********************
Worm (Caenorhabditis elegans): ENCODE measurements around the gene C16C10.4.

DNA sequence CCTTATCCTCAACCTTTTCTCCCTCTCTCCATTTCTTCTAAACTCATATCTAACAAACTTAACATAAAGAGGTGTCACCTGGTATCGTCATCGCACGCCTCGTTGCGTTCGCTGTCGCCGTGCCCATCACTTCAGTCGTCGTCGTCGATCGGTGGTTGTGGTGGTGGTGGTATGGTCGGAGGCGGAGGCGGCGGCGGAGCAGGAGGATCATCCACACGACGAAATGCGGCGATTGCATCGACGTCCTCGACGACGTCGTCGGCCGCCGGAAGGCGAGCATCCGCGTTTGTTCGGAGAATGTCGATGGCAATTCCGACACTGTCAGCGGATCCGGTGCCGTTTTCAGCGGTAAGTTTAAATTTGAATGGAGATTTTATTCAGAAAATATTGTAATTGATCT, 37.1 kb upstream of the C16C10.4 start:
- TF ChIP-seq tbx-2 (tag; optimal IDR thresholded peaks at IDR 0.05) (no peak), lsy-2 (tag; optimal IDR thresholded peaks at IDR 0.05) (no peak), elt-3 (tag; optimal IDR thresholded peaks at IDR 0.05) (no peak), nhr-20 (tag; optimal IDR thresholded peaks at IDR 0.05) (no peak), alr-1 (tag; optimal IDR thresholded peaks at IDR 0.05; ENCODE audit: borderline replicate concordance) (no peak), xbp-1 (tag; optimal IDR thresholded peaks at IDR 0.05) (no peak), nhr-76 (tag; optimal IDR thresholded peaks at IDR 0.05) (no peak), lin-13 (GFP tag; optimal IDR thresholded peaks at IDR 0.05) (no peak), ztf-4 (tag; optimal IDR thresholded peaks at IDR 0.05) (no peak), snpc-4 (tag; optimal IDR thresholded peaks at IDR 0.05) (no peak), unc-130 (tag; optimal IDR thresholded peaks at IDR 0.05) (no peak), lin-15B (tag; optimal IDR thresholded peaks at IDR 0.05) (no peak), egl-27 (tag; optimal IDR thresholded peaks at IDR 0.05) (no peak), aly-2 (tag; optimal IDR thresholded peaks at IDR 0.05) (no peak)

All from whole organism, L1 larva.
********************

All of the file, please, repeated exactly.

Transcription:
Worm (Caenorhabditis elegans): ENCODE measurements around the gene C16C10.4.

DNA sequence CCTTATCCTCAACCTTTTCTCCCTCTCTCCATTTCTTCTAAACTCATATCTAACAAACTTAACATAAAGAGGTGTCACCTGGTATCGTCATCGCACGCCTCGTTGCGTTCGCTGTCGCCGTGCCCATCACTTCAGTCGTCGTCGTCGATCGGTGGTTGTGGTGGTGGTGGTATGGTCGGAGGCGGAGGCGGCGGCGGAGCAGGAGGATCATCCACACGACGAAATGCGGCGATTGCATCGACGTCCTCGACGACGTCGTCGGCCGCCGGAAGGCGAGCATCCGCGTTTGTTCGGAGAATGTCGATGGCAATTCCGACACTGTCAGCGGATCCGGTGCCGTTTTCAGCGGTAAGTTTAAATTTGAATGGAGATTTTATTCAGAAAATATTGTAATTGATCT, 37.1 kb upstream of the C16C10.4 start:
- TF ChIP-seq tbx-2 (tag; optimal IDR thresholded peaks at IDR 0.05) (no peak), lsy-2 (tag; optimal IDR thresholded peaks at IDR 0.05) (no peak), elt-3 (tag; optimal IDR thresholded peaks at IDR 0.05) (no peak), nhr-20 (tag; optimal IDR thresholded peaks at IDR 0.05) (no peak), alr-1 (tag; optimal IDR thresholded peaks at IDR 0.05; ENCODE audit: borderline replicate concordance) (no peak), xbp-1 (tag; optimal IDR thresholded peaks at IDR 0.05) (no peak), nhr-76 (tag; optimal IDR thresholded peaks at IDR 0.05) (no peak), lin-13 (GFP tag; optimal IDR thresholded peaks at IDR 0.05) (no peak), ztf-4 (tag; optimal IDR thresholded peaks at IDR 0.05) (no peak), snpc-4 (tag; optimal IDR thresholded peaks at IDR 0.05) (no peak), unc-130 (tag; optimal IDR thresholded peaks at IDR 0.05) (no peak), lin-15B (tag; optimal IDR thresholded peaks at IDR 0.05) (no peak), egl-27 (tag; optimal IDR thresholded peaks at IDR 0.05) (no peak), aly-2 (tag; optimal IDR thresholded peaks at IDR 0.05) (no peak)

All from whole organism, L1 larva.